What characterised the IWW was the lack of permanent members dedicated to “running the shop”. The permanents who did exist operated according to the principle of rotation of tasks, changing posting, profession or town according to the needs of the struggle, because a second characteristic of the IWW was to possess a central corps of agitators/organisers, who would go anywhere in the US (and even Canada) when called by a Local. Numbering around a hundred, they distinguished themselves, amongst other places, in big conflicts like the strikes of Lawrence (January-March 1912) and Paterson (March-July 1913). Some of the best known were William “Big Bill” Haywood (1869-1928), Elizabeth Gurley Finn (1890-1964), Arturo Giovanitti (1884-1959), Carlo Tresca (1879-1943) and Joey Ettor (1885-1948). These central organisers doubled as local organisers, often transferred from places of work.
The existence of these organisers was not a choice theorised by the IWW but represented, at the time, adaptation to the social conditions in the US (long periods of unemployment forcing workers to move around, combative bosses who didn’t hesitate to sack workers en masse, etc.) and a necessity in the face of repression, sackings and black-listing affecting IWW activists. We mustn’t reduce the IWW to a core of agitators separated from the “fixed” militants, because the passage from one category to the other was frequent. But when someone had become a “national” agitator, it was impossible to easily go back to work6 .
Covered in pernickety statutes, the IWW actually had a federalist way of working. Certainly decentralisation meant that they avoided corruption and bureaucracy, but unification and homogenisation, education, was often left to local initiative or was simply based on respect for the founding principles. More contradictory still, was the incapacity, with a few exceptions such as Local 8 in Philadelphia, to maintain regular members and to capitalise on the success of strikes. For example, in Lawrence, before the strike there were a hundred or so IWW members in local workplaces. After the victorious strike of 25,000 workers (men and women), led by the IWW, their number remained basically the same.
The IWW was born at the end of a cycle of workers’ struggles, as the product of that cycle which was marked by the emergence of unskilled workers. The years which followed, up until 1909, were difficult. This definite enthusiasm which had given rise to its creation went beyond the influence of its 60,000 members. But workers’ struggles happened less frequently. In consequence, internal discussions took on a great importance.
Thus, in 1908, the IWW expelled the militants and sympathisers of Daniel De Leon7 , members of the SLP (“Socialist Labour Party”), on the grounds that they considered the IWW as just the trade union wing of the SLP and wanted to give primacy to political (i.e. parliamentary) action.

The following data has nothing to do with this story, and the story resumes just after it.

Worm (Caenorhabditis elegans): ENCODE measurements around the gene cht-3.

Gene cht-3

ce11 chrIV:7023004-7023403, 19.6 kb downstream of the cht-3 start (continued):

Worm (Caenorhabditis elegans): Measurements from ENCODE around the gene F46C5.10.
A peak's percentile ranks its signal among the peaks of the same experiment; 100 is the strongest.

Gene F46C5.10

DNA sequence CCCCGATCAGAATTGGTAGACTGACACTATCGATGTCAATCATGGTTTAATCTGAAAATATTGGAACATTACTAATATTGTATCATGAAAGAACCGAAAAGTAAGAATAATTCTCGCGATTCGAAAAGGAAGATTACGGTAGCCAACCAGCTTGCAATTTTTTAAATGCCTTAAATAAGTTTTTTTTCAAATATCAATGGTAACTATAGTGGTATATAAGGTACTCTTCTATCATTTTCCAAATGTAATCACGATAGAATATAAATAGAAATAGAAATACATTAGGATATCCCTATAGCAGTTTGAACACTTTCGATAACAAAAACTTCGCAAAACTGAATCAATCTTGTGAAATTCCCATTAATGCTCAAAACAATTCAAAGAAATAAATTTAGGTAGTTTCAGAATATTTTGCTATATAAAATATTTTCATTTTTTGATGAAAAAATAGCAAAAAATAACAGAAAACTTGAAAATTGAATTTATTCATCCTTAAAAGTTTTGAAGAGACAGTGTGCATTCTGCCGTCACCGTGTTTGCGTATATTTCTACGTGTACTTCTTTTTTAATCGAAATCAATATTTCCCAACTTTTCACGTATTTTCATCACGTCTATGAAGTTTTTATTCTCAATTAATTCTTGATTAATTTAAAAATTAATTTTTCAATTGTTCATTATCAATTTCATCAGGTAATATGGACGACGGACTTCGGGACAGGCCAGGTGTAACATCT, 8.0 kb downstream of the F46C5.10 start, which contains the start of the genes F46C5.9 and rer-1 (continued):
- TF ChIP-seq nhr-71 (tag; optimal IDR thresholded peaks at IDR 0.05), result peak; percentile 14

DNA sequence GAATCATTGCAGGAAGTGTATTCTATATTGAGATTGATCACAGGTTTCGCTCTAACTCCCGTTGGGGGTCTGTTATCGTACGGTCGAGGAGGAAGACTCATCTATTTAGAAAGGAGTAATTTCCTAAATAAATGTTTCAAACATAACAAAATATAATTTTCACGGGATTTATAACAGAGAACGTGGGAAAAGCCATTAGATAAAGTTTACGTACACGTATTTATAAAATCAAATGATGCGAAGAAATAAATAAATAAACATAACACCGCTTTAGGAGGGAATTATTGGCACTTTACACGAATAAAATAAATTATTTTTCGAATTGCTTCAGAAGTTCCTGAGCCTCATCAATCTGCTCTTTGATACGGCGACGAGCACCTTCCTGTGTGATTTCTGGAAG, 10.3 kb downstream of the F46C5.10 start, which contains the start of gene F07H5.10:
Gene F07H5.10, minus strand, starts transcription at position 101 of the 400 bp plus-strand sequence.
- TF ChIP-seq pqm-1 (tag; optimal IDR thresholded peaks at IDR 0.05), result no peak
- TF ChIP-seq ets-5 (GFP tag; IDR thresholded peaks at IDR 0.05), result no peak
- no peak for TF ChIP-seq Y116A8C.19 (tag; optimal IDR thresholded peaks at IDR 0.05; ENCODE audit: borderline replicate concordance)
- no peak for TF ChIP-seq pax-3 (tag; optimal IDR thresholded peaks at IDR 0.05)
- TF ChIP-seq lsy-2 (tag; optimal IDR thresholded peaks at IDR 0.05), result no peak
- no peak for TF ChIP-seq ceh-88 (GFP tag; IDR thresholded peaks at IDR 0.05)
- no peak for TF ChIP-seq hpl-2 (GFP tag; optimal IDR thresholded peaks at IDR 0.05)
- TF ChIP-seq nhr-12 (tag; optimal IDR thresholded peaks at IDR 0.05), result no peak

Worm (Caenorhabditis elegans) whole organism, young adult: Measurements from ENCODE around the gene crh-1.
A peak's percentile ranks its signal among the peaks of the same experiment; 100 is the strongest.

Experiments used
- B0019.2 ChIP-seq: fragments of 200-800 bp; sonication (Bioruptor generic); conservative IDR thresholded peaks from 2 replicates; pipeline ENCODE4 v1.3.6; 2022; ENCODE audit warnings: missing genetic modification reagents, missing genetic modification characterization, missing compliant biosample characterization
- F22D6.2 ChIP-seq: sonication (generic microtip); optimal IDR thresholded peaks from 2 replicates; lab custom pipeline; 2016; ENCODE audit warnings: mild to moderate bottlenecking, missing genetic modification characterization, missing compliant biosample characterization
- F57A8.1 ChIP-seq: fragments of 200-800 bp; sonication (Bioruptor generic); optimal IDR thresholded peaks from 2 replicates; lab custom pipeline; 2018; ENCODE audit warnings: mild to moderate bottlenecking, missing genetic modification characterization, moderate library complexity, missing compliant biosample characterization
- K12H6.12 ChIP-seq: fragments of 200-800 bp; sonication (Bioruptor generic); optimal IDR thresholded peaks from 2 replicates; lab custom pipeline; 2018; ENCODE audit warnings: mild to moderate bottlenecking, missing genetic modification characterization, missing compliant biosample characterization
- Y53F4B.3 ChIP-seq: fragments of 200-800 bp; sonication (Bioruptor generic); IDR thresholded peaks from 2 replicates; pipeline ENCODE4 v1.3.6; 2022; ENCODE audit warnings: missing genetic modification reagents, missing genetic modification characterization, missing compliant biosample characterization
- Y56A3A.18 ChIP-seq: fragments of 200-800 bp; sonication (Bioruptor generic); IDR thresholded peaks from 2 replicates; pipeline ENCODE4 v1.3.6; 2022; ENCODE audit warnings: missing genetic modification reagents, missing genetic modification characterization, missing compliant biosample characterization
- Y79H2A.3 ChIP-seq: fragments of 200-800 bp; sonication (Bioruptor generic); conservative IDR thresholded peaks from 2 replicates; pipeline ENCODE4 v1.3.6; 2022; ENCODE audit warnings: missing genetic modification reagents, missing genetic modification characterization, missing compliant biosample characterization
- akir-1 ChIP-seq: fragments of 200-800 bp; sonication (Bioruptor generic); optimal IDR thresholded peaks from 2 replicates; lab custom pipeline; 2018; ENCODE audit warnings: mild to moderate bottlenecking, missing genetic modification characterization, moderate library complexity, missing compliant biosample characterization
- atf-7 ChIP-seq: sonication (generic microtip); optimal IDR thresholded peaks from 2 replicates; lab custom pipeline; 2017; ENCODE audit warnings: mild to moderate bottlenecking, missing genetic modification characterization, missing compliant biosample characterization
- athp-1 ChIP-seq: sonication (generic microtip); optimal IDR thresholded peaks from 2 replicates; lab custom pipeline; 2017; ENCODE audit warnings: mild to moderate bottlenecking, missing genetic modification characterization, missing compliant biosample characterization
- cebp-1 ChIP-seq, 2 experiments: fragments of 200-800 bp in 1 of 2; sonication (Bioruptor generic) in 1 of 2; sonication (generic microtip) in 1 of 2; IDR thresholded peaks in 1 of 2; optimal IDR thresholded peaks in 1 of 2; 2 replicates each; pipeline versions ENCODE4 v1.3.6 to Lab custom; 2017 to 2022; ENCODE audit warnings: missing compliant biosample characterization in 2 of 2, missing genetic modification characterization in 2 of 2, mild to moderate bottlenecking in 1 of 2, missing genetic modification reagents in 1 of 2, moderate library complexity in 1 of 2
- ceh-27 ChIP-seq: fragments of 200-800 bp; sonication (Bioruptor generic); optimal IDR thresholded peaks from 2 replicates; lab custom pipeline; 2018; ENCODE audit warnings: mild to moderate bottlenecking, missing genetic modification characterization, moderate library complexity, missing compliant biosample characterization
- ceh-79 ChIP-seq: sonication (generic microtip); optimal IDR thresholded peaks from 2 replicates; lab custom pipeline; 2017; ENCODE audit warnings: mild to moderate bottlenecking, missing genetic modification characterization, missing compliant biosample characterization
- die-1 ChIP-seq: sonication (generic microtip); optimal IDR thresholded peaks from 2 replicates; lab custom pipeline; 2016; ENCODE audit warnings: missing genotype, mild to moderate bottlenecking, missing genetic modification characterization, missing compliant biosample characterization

More seriously, while Haywood and Saint-John were in prison, the leadership of the WFM headed by C. Moyer, supported giving a more sizeable orientation to the Federation and consolidating its gains. They were also opposed to the anti-political isolationism of the IWW. Faced with the refusal of the IWW, the great majority of the WFM8 left the IWW, considerably reducing their membership (around 40,000) and above all their financial resources.
While maintaining activity in the industrial centres of the American East, the IWW turned towards the West by trying to organise the seasonal workers in the industries of forestry (North-East first, then Arkansas and Louisiana), fruit (California) and agriculture (Great Plains). Without trying to be exhaustive, we can give more visibility to the involvement of the IWW in the workers’ struggles of those years. 1906, Goldfield (Nevada): strike of hotel staff supported by miners. 1906, Youngstown (Ohio): strike by foundry workers. 1907, Skowhegan (Maine): strike of textile workers (3,000). 1907, Portland (Oregon): sawmill workers’ strike (3,000). 1907, Bridgeport (Connecticut): strike of American Tube workers (1,200). 1907, Goldfield (Nevada): strike by miners and hotel workers which lasted 3 months. 1908, Detroit (Michigan): strike at Studebaker (600). 1908, Schenectady (New York): strike at General Electric (3,000) which was the first on-the-job strike in the US. 1908, Virginia, Hibbing (Minnesota): strike by iron miners. 1909, McKees Rocks (Pennsylvania): strike by foundry workers at Press Steel Car (3,000) which lasted 11 weeks and was defeated – a hard repression followed.
This last strike, apart from the violent confrontations with the police, the National Guard and the Pinkerton detectives, above all marked the break between skilled workers (Americans) who belonged to the AFL and the unskilled (immigrants) who were organised by the IWW. It was the rapid return to work by the skilled workers, on the instructions of the AFL, but also the split between skilled and unskilled due to mutual incomprehension, which weakened the strike, despite the imaginative tactics used by the IWW, and doomed it to fail.
The IWW then, from 1909 to 1912, launched campaigns for “Free Speech” in all public places in American towns. To increase their visibility and to reach workers more rapidly outside places of work, the militants of the IWW climbed up on “Soap boxes” and harangued passers-by. Naturally, and particularly in the Western States (California,Oregon, Washington), IWW activists were arrested, beaten up and thrown in prison for a few months. This obliged the organisation to run campaigns to free these comrades. To do that the IWW made contact with liberal lawyers and those who constituted the progressive wing of democracy. This therefore increased the safety net for the IWW by giving them a visibility in the public sphere but, at the same time, reinforced a belief in democracy in the US and engendered dangerous illusions.